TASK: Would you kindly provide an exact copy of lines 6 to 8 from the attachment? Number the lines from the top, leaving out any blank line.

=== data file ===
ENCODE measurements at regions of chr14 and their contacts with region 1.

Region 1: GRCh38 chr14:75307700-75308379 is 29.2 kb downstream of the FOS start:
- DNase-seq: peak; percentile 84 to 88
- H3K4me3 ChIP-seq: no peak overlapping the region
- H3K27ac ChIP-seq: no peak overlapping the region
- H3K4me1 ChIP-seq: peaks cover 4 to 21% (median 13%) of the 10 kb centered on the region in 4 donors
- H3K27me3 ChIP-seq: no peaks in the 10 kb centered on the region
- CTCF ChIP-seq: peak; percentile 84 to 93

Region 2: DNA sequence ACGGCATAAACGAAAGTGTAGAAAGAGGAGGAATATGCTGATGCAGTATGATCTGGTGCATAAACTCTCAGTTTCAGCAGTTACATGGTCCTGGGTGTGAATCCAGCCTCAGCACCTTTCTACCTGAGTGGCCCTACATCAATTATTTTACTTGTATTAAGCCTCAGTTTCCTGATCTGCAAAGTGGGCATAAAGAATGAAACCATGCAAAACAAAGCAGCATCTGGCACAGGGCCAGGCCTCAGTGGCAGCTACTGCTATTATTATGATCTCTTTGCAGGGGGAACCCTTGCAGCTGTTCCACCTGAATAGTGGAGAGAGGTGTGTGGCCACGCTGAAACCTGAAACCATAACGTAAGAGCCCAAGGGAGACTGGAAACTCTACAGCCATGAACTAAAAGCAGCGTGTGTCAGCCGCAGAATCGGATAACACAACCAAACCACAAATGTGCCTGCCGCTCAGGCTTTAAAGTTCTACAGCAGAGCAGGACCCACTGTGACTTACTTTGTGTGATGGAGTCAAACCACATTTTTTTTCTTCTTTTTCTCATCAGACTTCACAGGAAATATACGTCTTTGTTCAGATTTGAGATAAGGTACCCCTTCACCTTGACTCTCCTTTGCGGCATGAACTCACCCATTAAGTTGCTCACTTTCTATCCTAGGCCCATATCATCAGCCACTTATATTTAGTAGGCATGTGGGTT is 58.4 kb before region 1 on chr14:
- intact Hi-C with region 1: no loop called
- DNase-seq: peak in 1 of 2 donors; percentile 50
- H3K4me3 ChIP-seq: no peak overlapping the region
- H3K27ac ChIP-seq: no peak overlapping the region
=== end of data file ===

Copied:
- H3K4me1 ChIP-seq: peaks cover 4 to 21% (median 13%) of the 10 kb centered on the region in 4 donors
- H3K27me3 ChIP-seq: no peaks in the 10 kb centered on the region
- CTCF ChIP-seq: peak; percentile 84 to 93